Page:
Minkowski spacetime interval's Lorentz invariance

  • Thread starter cefarix
  • Start date
  • #1
63
0

Main Question or Discussion Point

Maybe this is really easy, but...
Can someone show me how the sign reversal between the space and time components of Minkowski spacetime make its intervals Lorentz invariant (mathematical derivation) ? Thanks.... :wink:
 

Answers and Replies

  • #2
142
0
Assuming that you are familiar with the Lorentz transformation equations themselves (object moving along x):
[tex]x'=\gamma(x-vt)[/tex]
[tex]t'=\gamma(t-vx/c^2)[/tex]
[tex]y'=y[/tex]
[tex]z'=z[/tex]
Lorentz invariance requires a space-time interval between two events to have the same magnitude from any frame so:
[tex]ds'^2=ds^2[/tex].
If [itex]ds^2[/itex] would have been defined Euclidean as:
[tex]ds^2=c^2t^2+dx^2+dy^2+dz^2[/tex],
then this equation should have hold:
[tex]c^2t^2+dx^2+dy^2+dz^2=c^2t'^2+dx'^2+dy'^2+dz'^2[/tex]
If you solve the primed coordinates in this equation using the Lorentz transformation equations you end up with something that is clearly nonsense (check for yourself).
If on the other hand we define [itex]ds^2[/itex] Minkowskian:
[tex]ds^2=c^2t^2-dx^2-dy^2-dz^2[/tex],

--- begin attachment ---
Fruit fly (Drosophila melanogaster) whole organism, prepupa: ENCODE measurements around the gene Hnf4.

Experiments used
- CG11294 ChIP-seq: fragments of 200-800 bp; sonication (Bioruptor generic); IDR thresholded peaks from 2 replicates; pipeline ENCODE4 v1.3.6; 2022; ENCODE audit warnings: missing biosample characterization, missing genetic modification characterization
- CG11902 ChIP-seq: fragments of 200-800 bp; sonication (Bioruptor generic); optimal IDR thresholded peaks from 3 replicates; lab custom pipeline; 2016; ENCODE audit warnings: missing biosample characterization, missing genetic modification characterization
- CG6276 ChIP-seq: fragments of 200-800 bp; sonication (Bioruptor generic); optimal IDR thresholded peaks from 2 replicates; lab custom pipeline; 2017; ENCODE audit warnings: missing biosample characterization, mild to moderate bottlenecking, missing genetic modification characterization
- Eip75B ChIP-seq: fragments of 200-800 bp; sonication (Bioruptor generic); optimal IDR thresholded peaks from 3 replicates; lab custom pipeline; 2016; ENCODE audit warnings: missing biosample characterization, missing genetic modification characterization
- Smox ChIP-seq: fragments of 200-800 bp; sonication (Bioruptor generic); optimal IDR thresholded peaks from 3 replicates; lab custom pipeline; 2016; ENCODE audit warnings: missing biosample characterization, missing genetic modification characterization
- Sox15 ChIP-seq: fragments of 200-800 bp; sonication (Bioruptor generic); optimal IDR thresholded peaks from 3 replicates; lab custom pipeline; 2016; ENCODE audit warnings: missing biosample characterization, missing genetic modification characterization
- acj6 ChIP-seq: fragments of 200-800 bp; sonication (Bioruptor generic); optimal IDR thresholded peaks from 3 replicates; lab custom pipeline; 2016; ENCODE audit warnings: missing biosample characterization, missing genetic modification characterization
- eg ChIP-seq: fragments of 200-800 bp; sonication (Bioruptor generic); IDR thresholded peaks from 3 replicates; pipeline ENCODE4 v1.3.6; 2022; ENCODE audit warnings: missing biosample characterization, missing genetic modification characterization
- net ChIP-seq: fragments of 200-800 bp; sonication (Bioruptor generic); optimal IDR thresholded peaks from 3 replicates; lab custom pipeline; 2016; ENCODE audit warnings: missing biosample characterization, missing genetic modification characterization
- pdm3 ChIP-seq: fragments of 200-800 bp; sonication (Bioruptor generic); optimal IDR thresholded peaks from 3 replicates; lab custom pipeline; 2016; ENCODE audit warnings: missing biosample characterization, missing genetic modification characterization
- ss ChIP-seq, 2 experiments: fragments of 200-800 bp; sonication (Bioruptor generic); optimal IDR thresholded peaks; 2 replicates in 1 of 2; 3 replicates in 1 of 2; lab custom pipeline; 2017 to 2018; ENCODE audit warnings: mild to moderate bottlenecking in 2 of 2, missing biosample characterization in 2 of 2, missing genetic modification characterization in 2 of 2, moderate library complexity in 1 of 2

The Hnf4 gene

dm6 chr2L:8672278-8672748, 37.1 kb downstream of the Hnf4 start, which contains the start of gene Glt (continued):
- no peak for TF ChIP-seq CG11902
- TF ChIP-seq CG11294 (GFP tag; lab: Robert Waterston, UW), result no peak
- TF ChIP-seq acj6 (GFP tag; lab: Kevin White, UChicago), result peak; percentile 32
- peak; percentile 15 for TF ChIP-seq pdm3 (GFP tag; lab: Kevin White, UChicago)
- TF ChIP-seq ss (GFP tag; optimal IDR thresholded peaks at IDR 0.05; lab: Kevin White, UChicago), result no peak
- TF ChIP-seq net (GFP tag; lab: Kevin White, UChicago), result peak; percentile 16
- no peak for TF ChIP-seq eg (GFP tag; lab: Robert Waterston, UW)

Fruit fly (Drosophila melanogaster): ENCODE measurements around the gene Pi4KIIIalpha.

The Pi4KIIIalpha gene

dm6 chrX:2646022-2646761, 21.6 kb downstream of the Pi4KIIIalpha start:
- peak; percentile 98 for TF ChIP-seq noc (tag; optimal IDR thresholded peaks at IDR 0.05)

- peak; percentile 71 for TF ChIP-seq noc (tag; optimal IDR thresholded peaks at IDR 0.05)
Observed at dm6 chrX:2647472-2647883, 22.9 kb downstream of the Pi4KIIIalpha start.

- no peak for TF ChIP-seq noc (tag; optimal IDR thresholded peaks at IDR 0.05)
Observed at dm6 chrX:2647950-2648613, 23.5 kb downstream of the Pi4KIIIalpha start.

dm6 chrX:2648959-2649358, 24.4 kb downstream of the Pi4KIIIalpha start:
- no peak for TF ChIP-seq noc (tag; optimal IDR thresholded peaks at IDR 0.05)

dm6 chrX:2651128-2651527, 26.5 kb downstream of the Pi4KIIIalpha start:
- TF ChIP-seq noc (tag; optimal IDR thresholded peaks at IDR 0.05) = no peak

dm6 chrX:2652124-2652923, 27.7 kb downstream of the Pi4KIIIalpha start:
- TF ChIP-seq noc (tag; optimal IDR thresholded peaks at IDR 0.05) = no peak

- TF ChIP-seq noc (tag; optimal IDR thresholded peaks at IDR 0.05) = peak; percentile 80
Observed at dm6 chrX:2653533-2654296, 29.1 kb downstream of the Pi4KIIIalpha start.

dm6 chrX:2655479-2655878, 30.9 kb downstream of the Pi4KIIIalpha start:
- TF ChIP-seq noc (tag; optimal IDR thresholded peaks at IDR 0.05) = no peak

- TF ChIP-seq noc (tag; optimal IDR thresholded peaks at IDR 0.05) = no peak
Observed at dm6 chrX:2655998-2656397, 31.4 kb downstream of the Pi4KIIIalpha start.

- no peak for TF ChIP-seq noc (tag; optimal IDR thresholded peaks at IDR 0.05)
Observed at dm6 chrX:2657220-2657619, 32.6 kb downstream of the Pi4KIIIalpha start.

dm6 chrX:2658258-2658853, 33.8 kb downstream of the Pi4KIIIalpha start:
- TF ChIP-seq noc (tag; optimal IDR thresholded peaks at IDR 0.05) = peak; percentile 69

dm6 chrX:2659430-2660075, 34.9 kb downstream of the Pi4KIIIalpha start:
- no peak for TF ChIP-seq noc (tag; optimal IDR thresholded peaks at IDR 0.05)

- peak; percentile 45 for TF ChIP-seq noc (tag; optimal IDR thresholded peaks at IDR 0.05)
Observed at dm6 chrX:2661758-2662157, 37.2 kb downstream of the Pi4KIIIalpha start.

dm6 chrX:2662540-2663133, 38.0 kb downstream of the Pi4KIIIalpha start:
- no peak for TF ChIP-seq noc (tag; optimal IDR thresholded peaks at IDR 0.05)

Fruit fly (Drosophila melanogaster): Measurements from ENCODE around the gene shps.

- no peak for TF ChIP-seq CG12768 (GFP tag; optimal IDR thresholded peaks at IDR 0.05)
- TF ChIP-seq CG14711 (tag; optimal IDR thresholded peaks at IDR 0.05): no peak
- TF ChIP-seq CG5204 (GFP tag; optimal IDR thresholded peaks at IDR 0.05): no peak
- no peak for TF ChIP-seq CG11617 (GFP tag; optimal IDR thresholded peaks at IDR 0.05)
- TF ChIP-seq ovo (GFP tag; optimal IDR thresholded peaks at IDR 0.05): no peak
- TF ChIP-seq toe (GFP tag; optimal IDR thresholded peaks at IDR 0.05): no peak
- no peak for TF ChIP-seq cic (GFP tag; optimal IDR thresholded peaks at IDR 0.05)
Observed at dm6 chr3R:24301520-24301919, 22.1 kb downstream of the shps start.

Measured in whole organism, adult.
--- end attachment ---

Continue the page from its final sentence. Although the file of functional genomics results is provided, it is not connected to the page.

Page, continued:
then solving the primed coordinates leads to a correct result.

Another way to arrive at the [itex]+---[/itex] is using a lightpulse that spreads with speed [itex]c[/itex] from the origin in all directions. A sphere is formed by this lightspreading according to:
[tex]c^2t^2=x^2+y^2+z^2[/tex],
so
[tex]c^2t^2-x^2-y^2-z^2=0[/tex].
This is also true from a moving frame:
[tex]c^2t'^2-x'^2-y'^2-z'^2=0[/tex],
so
[tex]c^2t^2-x^2-y^2-z^2=c^2t'^2-x'^2-y'^2-z'^2[/tex].
The rest of the story is the same but this last method was actually used to derive the Lorentz transformation equations in the first place.
 
  • #3
learningphysics
Homework Helper
4,099
5
I would do it this way. Take two events (t1,x1,y1,z1) and (t2,x2,y2,z2)

Using the lorentz transformations you can show that:
[tex]\Delta t' = \gamma (\Delta t - v\Delta x/c^2) [/tex]
[tex]\Delta x' = \gamma (\Delta x - v\Delta t)[/tex]
[tex]\Delta y' = \Delta y[/tex]
[tex]\Delta z' = \Delta z[/tex]

To get the above just use the lorentz transformations to calculate t1',x1'....t2',x2'... and then [tex]x2-x1 = \Delta x[/tex] and [tex]x2'-x1' = \Delta x'[/tex] etc....

Now just calculate out:
[tex]c^2*(\Delta t')^2 -(\Delta x')^2-(\Delta y')^2-(\Delta z')^2[/tex] by substituting the above formulas. You'll see that it comes out to:

[tex]c^2*(\Delta t)^2 -(\Delta x)^2-(\Delta y)^2-(\Delta z)^2[/tex]

Showing that the euclidean formula (with + instead of -) is not invariant is simple. Just take two events let's say (0,0,0,0) and (t1,0,0,0)

Now [tex]c^2*(\Delta t)^2 +(\Delta x)^2+(\Delta y)^2+(\Delta z)^2[/tex]

comes out to [tex]c^2*t1^2[/tex]

for S' it comes out to [tex](c^2+v^2) (\gamma)^2*t1^2[/tex]

The two are not equal for nonzero v and t1.
 

Related Threads on Minkowski spacetime interval's Lorentz invariance

  • Last Post
Replies
17
Views
6K
  • Last Post
Replies
2
Views
675
  • Last Post
Replies
10
Views
4K
Replies
4
Views
2K
Replies
24
Views
4K
Replies
20
Views
35K
Replies
4
Views
8K
Replies
6
Views
358
Replies
4
Views
1K
Replies
1
Views
3K
Top